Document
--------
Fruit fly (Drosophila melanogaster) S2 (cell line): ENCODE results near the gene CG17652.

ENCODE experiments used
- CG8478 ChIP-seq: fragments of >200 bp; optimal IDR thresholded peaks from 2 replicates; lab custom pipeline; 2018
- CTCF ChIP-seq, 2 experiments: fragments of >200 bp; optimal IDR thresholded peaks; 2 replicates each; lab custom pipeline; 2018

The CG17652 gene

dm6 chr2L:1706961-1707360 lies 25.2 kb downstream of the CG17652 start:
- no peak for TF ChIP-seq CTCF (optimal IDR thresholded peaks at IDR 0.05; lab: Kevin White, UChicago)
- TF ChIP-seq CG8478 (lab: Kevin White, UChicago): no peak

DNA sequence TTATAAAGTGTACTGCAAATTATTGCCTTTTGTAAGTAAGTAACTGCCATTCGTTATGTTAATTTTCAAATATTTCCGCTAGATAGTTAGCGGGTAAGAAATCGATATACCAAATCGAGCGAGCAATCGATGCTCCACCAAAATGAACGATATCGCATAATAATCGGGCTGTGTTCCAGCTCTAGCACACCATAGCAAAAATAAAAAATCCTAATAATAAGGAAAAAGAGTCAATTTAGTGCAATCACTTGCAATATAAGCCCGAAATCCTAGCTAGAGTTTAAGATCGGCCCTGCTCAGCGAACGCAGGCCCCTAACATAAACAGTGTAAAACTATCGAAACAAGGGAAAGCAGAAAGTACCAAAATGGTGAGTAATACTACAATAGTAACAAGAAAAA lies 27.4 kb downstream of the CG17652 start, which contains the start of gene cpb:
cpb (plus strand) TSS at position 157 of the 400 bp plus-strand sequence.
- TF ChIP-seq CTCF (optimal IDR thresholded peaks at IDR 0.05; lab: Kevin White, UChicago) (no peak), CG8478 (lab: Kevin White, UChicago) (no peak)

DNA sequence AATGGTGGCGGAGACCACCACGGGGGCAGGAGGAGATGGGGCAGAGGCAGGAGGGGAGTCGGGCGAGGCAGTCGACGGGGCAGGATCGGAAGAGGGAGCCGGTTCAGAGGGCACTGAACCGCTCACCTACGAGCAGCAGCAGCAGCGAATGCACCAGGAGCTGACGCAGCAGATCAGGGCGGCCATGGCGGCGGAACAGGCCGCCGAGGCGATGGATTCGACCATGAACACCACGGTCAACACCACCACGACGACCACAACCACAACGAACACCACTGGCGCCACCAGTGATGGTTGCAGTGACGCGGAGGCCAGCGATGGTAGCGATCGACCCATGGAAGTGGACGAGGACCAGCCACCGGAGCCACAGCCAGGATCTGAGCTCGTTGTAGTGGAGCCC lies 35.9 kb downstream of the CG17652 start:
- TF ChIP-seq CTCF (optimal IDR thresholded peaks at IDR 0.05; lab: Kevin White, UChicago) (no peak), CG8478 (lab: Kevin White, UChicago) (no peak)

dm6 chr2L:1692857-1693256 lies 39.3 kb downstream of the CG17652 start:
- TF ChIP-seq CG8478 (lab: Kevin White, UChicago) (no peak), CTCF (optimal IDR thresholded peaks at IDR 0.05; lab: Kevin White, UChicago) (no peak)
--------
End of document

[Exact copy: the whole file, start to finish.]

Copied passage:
Fruit fly (Drosophila melanogaster) S2 (cell line): ENCODE results near the gene CG17652.

ENCODE experiments used
- CG8478 ChIP-seq: fragments of >200 bp; optimal IDR thresholded peaks from 2 replicates; lab custom pipeline; 2018
- CTCF ChIP-seq, 2 experiments: fragments of >200 bp; optimal IDR thresholded peaks; 2 replicates each; lab custom pipeline; 2018

The CG17652 gene

dm6 chr2L:1706961-1707360 lies 25.2 kb downstream of the CG17652 start:
- no peak for TF ChIP-seq CTCF (optimal IDR thresholded peaks at IDR 0.05; lab: Kevin White, UChicago)
- TF ChIP-seq CG8478 (lab: Kevin White, UChicago): no peak

DNA sequence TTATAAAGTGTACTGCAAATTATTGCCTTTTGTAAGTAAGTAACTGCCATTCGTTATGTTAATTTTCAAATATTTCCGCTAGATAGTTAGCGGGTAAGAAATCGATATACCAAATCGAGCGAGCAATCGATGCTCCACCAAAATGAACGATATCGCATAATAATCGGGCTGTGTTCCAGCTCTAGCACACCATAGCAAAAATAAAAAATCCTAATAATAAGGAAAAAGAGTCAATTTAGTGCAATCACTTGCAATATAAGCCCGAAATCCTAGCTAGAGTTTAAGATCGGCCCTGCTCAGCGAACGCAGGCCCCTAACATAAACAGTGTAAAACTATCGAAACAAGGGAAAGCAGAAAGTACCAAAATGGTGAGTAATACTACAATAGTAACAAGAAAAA lies 27.4 kb downstream of the CG17652 start, which contains the start of gene cpb:
cpb (plus strand) TSS at position 157 of the 400 bp plus-strand sequence.
- TF ChIP-seq CTCF (optimal IDR thresholded peaks at IDR 0.05; lab: Kevin White, UChicago) (no peak), CG8478 (lab: Kevin White, UChicago) (no peak)

DNA sequence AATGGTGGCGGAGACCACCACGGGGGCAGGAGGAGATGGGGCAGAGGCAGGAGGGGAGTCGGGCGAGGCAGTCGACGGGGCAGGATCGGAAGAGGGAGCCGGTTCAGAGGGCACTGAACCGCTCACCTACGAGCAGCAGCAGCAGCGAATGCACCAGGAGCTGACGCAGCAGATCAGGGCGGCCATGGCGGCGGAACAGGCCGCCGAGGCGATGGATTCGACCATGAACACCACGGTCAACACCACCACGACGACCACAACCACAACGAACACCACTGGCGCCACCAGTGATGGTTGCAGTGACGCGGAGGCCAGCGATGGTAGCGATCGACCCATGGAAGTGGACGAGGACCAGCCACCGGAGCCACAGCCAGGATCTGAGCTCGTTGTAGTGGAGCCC lies 35.9 kb downstream of the CG17652 start:
- TF ChIP-seq CTCF (optimal IDR thresholded peaks at IDR 0.05; lab: Kevin White, UChicago) (no peak), CG8478 (lab: Kevin White, UChicago) (no peak)

dm6 chr2L:1692857-1693256 lies 39.3 kb downstream of the CG17652 start:
- TF ChIP-seq CG8478 (lab: Kevin White, UChicago) (no peak), CTCF (optimal IDR thresholded peaks at IDR 0.05; lab: Kevin White, UChicago) (no peak)